Update: On January 5, 2015, Stephen Brill published America’s Bitter Pill: Money, Politics, Back-Room Deals, and the Fight to Fix Our Broken Healthcare System, expanding on his popular Time article.
It is an interesting book, not because I agree with Mr. Brill’s data but because it happens to be a useful exercise in how data sometimes can be applied/misapplied to streamline a compelling narrative.
Below is a shameless self-reblog from my response to the original Brill article focusing on how data from a sub-sub-sub-specialized hospital should not be used to comment on an entire set of hospitals, some of which struggle to serve as the safety net for a vulnerable population.
In an article titled “Bitter Pill: Why Medical Bills are Killing Us,” Stephen Brill outlines a well-researched investigation on hospital over-billing. In the article, Brill begins by highlighting the unreasonable mark-up MD Anderson places on every medication, service, and imaging that it provides. He argues that this “hard-nosed approach pays off,” earning MD Anderson $531 million operating profit in 2010, and that this comprises a 26% operating margin. $1.8 million of that went to the pockets of Ronald DePinho, the president of the cancer center.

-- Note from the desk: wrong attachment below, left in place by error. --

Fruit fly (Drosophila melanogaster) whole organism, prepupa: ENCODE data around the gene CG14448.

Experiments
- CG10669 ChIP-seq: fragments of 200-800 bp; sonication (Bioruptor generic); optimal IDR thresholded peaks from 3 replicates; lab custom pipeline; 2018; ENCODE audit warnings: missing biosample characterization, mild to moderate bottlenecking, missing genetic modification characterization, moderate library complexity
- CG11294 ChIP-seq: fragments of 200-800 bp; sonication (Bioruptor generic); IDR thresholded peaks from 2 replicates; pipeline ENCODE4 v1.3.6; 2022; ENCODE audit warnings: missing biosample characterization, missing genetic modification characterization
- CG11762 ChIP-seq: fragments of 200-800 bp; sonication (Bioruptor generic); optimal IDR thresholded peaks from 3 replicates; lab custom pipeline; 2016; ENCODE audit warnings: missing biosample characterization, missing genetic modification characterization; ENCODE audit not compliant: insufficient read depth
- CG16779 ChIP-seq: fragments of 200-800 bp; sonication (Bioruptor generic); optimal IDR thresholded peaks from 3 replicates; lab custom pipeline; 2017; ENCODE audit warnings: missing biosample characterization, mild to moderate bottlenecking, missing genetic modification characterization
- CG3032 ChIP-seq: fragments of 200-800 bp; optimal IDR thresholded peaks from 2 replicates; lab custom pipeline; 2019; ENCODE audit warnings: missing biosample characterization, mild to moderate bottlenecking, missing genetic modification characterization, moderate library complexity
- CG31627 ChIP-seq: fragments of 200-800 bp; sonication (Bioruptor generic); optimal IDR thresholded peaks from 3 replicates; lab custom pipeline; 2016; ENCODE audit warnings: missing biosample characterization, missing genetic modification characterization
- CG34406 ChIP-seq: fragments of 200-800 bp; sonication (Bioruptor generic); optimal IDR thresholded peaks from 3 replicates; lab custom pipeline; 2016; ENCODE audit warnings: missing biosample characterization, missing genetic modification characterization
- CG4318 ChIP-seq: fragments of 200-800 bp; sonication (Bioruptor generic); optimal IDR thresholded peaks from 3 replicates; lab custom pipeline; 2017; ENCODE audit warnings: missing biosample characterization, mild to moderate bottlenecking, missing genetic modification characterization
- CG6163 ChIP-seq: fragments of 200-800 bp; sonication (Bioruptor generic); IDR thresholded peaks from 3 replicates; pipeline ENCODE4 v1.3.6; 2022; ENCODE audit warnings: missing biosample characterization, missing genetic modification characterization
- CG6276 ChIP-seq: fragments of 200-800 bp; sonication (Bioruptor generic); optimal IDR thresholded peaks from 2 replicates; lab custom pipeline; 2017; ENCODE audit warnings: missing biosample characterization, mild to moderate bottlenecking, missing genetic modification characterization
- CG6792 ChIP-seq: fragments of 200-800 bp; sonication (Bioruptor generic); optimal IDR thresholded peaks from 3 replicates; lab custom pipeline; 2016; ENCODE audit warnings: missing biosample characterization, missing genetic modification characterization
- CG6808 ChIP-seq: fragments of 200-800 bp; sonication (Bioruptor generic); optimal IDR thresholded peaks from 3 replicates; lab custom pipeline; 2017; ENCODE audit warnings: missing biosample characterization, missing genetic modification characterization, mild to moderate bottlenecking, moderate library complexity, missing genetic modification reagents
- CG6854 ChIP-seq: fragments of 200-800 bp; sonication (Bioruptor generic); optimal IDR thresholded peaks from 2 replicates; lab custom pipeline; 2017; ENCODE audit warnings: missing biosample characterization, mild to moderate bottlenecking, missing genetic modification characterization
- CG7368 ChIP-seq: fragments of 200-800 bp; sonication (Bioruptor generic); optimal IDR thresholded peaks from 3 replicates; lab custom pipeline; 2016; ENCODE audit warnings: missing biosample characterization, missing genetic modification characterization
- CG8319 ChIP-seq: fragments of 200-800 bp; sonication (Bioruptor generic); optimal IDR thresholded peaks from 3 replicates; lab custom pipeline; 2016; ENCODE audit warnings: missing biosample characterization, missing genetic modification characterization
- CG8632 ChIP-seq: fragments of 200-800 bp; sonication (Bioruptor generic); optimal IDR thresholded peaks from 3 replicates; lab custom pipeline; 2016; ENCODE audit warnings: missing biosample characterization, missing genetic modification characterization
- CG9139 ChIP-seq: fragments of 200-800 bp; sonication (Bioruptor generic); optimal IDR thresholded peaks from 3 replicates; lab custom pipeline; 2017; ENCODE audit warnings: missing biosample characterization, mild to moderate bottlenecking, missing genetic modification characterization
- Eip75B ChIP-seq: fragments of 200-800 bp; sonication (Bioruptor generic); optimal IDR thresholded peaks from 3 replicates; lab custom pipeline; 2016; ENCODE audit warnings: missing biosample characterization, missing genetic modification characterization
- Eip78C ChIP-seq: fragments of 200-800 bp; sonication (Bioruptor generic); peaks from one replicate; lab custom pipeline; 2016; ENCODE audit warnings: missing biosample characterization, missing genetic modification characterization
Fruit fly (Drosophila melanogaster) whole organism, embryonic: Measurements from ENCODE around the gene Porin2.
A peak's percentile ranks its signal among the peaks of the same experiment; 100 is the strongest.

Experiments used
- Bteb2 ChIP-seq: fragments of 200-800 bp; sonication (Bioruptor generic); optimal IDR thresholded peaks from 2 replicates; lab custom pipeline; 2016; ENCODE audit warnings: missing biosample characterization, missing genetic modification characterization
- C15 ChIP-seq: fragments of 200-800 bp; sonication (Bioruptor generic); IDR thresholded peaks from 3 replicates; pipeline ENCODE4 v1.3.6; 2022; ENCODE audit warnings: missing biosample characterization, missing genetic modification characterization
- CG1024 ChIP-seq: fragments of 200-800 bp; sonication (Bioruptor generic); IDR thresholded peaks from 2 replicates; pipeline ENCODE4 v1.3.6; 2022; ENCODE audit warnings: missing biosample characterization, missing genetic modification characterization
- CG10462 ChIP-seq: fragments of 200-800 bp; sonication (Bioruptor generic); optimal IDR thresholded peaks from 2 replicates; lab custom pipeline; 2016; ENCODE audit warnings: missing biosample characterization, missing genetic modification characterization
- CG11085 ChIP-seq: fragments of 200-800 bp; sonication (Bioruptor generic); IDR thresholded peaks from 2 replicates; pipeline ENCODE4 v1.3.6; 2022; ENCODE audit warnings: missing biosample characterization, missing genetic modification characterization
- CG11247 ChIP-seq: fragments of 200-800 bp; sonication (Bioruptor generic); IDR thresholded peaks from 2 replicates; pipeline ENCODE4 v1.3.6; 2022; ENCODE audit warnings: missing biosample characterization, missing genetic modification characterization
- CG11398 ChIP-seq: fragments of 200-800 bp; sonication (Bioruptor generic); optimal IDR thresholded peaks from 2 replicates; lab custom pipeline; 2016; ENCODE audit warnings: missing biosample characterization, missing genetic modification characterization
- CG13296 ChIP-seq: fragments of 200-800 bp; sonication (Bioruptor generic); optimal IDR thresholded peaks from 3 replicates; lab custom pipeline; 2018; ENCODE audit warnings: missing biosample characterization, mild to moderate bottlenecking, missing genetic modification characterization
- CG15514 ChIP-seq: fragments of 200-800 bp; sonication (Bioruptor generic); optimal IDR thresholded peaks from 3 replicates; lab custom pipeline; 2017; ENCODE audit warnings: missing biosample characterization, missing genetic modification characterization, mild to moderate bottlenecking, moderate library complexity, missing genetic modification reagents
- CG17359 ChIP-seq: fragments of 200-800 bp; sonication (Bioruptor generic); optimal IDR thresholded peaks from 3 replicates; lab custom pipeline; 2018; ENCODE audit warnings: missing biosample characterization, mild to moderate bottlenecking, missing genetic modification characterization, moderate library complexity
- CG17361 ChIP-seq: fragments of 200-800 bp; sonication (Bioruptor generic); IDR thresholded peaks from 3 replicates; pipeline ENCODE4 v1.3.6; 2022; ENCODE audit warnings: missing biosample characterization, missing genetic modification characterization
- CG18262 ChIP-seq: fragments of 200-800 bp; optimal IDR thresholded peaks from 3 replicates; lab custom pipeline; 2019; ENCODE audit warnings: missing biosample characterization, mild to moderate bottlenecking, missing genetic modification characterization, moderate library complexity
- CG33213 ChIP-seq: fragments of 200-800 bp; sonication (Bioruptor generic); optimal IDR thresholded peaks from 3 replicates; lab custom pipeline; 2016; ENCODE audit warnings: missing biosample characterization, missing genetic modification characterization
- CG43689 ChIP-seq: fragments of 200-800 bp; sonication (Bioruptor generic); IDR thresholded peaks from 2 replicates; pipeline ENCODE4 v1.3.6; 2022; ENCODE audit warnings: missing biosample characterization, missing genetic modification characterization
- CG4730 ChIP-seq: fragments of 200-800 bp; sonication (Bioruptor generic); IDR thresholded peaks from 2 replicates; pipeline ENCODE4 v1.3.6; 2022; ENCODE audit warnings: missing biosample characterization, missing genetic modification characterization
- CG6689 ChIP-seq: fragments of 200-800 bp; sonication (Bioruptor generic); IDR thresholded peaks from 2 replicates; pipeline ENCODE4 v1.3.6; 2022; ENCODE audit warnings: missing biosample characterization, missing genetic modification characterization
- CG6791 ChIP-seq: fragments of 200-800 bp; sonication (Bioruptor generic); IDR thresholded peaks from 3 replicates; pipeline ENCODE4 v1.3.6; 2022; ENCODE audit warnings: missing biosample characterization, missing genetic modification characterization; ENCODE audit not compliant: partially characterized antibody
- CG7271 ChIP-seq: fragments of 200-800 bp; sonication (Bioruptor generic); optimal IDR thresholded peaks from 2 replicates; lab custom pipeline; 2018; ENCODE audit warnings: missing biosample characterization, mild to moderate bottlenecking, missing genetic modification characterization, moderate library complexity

Although Brill never outright states the connection, his implication is clear: general hospitals are the oft ignored mammoth in the health care debate, operating under the veil of legitimate non-profit business. A general hospital funds its astounding operating income by making the uninsured and under-insured suffering patients an offer they cannot refuse – a markedly inflated bill. It then funnels this unfairly earned profit into the pockets to the Godfather of the organization.
The logic is sensational, if only it were correct.